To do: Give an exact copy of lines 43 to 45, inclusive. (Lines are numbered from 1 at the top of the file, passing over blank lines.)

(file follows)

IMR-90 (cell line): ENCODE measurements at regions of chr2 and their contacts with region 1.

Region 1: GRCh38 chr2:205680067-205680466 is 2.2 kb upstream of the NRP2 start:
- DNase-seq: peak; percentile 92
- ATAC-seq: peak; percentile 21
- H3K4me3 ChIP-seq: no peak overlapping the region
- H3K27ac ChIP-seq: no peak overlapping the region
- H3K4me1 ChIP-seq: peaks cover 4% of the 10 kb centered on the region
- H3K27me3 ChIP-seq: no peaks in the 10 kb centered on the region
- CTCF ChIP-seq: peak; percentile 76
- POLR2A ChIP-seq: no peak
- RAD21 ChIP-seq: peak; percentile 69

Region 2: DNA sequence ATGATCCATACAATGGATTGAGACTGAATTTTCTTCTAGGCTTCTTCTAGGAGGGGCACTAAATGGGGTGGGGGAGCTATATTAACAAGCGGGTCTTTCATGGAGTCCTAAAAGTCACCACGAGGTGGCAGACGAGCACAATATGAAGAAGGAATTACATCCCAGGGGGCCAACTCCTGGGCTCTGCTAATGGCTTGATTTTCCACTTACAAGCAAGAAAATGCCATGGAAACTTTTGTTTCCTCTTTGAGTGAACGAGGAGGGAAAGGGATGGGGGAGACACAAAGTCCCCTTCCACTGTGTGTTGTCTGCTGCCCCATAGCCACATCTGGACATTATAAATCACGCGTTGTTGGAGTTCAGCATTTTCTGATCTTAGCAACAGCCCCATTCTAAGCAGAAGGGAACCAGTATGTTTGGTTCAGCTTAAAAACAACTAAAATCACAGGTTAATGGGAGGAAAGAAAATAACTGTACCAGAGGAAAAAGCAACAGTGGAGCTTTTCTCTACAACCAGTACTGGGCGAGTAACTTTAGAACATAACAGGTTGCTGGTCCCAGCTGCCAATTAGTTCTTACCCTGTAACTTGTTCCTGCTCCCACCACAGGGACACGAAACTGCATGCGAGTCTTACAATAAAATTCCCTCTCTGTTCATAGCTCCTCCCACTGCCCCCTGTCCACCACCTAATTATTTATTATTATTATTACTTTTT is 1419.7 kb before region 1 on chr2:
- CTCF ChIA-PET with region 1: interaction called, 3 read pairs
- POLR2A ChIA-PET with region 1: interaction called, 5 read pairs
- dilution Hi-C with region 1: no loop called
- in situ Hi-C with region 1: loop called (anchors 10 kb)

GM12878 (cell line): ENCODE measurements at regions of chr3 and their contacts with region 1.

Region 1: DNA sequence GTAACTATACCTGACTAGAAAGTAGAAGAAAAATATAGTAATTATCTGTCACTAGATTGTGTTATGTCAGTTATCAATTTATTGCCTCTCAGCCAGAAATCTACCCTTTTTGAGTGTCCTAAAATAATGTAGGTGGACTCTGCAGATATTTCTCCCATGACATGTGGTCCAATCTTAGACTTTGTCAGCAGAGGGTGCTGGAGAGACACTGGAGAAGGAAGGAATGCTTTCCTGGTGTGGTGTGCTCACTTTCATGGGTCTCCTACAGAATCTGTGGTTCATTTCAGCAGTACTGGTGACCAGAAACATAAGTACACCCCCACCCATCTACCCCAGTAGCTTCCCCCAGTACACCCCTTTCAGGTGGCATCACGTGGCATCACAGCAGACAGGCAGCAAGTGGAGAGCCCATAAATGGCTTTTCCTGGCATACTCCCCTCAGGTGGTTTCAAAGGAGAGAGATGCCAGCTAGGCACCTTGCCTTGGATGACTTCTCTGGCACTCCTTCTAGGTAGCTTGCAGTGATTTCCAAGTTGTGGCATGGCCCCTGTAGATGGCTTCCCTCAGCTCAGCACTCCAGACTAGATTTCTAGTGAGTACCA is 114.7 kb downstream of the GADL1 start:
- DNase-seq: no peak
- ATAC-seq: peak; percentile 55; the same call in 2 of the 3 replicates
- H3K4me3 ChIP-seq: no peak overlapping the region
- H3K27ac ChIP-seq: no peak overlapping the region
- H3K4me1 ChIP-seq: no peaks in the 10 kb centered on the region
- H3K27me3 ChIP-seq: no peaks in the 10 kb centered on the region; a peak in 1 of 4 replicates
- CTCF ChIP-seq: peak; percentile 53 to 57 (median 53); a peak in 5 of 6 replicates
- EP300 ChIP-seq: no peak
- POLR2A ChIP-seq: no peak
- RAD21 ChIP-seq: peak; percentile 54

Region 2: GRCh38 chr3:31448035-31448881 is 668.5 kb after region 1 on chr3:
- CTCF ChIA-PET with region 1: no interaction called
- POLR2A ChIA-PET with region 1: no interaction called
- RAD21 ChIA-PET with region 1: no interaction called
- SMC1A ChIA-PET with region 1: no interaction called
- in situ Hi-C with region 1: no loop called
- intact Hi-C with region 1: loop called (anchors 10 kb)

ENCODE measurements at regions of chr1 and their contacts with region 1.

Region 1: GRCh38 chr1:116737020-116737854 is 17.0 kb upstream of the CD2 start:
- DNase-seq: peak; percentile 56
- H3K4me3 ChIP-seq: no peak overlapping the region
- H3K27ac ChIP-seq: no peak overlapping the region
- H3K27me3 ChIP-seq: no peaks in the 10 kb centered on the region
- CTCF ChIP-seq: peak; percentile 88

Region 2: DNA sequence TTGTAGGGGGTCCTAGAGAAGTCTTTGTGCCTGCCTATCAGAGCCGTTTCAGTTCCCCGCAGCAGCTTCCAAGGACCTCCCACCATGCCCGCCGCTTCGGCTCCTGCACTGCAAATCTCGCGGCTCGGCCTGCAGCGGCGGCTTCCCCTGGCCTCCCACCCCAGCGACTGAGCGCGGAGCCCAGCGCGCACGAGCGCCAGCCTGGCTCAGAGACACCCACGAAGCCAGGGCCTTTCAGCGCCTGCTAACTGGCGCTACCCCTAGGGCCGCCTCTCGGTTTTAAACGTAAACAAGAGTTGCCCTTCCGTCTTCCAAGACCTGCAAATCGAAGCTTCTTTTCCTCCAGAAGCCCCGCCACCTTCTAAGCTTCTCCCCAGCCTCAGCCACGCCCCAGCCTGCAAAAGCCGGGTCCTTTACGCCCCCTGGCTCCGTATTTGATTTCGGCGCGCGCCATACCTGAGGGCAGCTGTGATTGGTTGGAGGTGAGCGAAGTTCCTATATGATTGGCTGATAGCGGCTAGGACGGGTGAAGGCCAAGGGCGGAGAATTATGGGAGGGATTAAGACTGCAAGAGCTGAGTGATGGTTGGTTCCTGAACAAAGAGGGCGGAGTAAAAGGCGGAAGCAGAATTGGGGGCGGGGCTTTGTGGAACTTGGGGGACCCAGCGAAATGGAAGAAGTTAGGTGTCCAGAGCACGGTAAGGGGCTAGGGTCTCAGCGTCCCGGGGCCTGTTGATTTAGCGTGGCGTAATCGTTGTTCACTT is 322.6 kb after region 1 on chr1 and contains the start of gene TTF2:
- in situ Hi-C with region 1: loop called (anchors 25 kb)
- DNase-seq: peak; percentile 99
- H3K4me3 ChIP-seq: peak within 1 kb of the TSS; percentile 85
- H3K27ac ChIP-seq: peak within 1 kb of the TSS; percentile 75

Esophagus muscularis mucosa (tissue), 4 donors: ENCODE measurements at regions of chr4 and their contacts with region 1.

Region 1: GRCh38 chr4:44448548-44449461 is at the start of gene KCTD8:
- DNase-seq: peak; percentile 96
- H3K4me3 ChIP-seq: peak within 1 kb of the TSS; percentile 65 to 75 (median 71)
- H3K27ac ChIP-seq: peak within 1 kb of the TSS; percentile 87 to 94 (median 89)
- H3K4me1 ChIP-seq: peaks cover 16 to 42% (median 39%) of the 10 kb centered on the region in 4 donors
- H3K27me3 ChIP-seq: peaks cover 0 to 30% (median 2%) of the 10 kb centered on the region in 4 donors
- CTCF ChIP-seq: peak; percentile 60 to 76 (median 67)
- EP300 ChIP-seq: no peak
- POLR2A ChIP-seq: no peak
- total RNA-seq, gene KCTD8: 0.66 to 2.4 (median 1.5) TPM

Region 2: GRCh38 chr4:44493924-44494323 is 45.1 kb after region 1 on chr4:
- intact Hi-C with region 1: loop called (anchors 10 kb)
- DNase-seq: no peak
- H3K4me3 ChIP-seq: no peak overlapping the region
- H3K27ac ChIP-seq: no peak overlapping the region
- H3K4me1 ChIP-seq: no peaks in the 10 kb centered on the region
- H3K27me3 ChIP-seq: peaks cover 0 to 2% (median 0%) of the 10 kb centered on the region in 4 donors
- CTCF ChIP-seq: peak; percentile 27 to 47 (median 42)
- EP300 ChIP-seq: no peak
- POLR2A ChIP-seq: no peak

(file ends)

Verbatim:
Region 2: DNA sequence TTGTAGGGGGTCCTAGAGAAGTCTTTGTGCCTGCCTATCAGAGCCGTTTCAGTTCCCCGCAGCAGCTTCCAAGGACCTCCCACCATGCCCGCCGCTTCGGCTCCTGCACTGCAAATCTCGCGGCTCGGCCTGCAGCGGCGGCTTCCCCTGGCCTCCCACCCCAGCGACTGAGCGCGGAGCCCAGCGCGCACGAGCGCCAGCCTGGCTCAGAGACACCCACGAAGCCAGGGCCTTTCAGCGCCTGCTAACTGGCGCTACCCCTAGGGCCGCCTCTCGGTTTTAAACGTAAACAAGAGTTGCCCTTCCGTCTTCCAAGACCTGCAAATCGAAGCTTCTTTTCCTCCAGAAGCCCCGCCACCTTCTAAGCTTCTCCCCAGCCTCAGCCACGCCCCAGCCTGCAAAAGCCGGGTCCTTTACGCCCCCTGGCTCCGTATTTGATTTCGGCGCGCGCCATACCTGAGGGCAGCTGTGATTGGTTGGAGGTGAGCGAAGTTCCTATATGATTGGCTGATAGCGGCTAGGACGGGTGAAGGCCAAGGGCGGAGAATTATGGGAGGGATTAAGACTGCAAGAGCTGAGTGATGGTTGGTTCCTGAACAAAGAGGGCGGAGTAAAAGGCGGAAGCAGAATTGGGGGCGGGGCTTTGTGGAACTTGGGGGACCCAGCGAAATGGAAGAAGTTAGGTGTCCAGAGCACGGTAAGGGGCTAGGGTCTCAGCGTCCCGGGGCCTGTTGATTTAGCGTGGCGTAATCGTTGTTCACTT is 322.6 kb after region 1 on chr1 and contains the start of gene TTF2:
- in situ Hi-C with region 1: loop called (anchors 25 kb)
- DNase-seq: peak; percentile 99